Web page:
In summary, Prasugrel represents a significant advance in antiplatelet therapy and evidence exists for its use in certain high-risk patient populations. The anesthetic implications of Prasugrel are mainly those pertaining to abrupt discontinuation with subsequent ischemic cardiac events and bleeding. Dual antiplatelet therapy should continue, if practical, throughout the perioperative period. If this is not possible, lapses in dosing should be minimized and therapy should be reinstituted as soon as reasonably possible. Cardiac surgery should be delayed seven days to allow sufficient return of platelet function. If excessive surgical bleeding is encountered and thought to be secondary to Prasugrel’s platelet inhibiting effects, attempts to restore hemostasis by administering exogenous platelets should be undertaken. Increasing perioperative experience with Prasugrel might lead to established protocols that will attempt to correlate the degree of platelet inhibition with the risk of clinical bleeding. The current and future roles of Prasugrel are evolving and with increasing market penetration the anesthesiologist must be aware of its clinical utility and prepared to address the complications that arise secondary to its use.
- Prasugrel online prescribing information. www.effient.com. Eli Lilly and Company.
- Baker WL, White CM. Role of Prasugrel, A Novel P2Y12 Receptor Antagonist, in the Management of Acute Coronary Syndromes. Am J Cardiovasc Drugs 2009; 9: 213-229.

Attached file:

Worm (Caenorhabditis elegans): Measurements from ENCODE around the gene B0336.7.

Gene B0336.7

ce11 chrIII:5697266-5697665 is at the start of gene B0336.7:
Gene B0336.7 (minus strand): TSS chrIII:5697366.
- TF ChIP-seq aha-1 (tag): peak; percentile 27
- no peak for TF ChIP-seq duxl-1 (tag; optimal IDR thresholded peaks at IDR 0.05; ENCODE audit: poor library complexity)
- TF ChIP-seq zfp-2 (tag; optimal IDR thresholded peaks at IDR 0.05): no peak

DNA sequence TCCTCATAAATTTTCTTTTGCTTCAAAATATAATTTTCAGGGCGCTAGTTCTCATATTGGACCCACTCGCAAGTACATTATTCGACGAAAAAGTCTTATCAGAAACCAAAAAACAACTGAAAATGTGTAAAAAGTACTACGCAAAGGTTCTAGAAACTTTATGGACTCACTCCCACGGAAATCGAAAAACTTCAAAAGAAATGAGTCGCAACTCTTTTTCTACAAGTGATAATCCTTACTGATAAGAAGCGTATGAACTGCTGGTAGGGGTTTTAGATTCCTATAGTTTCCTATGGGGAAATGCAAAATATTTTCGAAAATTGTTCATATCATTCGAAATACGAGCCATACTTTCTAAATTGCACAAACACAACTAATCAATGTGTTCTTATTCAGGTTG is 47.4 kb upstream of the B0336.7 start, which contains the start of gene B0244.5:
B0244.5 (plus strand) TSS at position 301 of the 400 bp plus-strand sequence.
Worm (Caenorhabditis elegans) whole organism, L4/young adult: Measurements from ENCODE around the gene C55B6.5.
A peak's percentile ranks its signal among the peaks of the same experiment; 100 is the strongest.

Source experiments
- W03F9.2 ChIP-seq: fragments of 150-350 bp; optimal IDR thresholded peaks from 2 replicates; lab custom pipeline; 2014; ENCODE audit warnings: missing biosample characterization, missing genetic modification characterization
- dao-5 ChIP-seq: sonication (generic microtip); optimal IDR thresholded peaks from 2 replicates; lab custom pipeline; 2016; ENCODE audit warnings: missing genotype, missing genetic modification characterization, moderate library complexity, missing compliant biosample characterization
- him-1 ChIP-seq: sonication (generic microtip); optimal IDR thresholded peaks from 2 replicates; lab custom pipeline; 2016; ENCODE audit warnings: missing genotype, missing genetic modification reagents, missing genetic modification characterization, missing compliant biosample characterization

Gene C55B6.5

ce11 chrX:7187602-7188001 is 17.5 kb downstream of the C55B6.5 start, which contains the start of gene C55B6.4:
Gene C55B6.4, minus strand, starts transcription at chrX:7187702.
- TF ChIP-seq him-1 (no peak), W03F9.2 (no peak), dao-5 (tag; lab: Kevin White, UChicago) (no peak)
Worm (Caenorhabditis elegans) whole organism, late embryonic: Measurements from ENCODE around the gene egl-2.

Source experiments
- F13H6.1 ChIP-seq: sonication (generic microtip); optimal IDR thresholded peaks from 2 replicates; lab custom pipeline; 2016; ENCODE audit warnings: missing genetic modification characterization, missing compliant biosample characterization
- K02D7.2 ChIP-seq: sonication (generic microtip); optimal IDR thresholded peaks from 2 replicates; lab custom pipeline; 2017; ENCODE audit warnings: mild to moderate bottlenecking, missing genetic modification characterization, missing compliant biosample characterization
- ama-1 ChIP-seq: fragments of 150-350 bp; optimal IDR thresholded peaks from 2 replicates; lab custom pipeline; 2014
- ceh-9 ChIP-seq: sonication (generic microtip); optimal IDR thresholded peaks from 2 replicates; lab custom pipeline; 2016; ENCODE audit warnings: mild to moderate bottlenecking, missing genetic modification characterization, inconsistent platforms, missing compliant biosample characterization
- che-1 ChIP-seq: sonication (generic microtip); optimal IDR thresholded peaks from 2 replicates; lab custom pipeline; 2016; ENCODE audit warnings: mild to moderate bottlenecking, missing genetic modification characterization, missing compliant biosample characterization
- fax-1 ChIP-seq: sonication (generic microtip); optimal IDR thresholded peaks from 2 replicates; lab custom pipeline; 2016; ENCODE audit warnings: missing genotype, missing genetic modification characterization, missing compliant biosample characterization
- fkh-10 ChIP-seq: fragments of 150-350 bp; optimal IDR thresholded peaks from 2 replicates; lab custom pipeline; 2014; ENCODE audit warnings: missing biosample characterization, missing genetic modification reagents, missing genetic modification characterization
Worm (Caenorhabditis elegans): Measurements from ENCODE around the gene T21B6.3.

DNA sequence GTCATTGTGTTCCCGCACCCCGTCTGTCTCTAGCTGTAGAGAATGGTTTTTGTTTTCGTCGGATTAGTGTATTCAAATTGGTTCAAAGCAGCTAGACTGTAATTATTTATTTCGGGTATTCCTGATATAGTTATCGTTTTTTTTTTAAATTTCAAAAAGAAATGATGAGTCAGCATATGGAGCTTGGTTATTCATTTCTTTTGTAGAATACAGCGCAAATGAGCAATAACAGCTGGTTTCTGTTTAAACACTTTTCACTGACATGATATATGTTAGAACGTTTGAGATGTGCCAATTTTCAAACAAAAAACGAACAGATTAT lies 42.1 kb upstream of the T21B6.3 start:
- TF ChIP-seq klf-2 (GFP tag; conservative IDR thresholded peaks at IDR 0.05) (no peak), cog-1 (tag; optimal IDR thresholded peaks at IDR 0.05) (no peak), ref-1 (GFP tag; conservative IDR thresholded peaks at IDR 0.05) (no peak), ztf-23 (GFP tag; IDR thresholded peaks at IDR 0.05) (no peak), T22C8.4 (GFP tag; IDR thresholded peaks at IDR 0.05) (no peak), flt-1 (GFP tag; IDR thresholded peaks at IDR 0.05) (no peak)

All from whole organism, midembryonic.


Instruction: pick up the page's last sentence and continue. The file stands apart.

- Bhatt DL. Prasugrel in Clinical Practice. N Eng J Med 2009; 361:940-942.
- Jernberg T, Payne CD, Winters KJ, et al. Prasugrel achieves greater inhibition of platelet aggregation and a lower rate of non-responders compared with clopidogrel in aspirin-treated patients with stable coronary artery disease. Eur Heart Journal 2006; 27: 1166-73.
- Brandt JT, Payne CD, Wiviott SD, et al. A comparison of Prasugrel and clopidogrel loading doses on platelet function: magnitude of platelet inhibition is related to active metabolite formation. Am Heart J 2007; 153: e9-16.
- Wiviott SD, Antman EM, Winters KJ, et al. For the JUMBO-TIMI 26 Investigators. Randomized comparison of Prasugrel, a novel thienopyridine P2Y12 antagonist, with clopidogrel in percutaneous coronary intervention: results of the Joint Utilization of Medications to Block Platelets Optimally (JUMBO-TIMI 26 Trial). Circulation 2005; 111: 33673.
- Wiviott SD, Trank D, Frelinger AL, et al. For the PRINCIPLE-TIMI 44 Investigators. Prasugrel compared with high loading and maintenance dose clopidogrel in patients with planned percutaneous coronary intervention: the Prasugrel in comparison to clopidogrel for inhibition of platelet activation and aggregation – Thrombolysis in myocardial infarction 44 trial. Circulation 2007; 116: 2923-32.
- Montalescot G, Sideris G, Cohen R, et al. Prasugrel 10mg provides greater platelet inhibition than clopidogrel 900/150 in UA/NSTEMI ACS – the ACAPULCO study. Eur Heart J 2008; 29: 716.
- Wiviott SD, Braunwald E, McCabe CH, et al. For the TRITON-TIMI 38 investigators. Prasugrel versus clopidogrel in patients with acute coronary syndrome. N Eng J Med 2007; 357: 2001-15.
- Velik-Salchner C, Maier S, et al. Point of care whole blood impedance aggregometry versus classical light transmission aggregometry for detecting aspirin and clopidogrel: the results of a pilot study. Anesth Analg 2008; 107(6):1798-806.
- Jakubowski JA, Li YG, Small DS, et al. A comparison of VerifyNow P2Y12 Point-of-Care Device and Light Transmission Aggregometry to Monitor Platelet Function with Prasugrel and Clopidogrel: An Integrated Analysis. J Cardiovasc Pharmacol 2010 March 24th [Epub ahead of print] www.ncbi.nlm.nih.gov/pubmed/20351563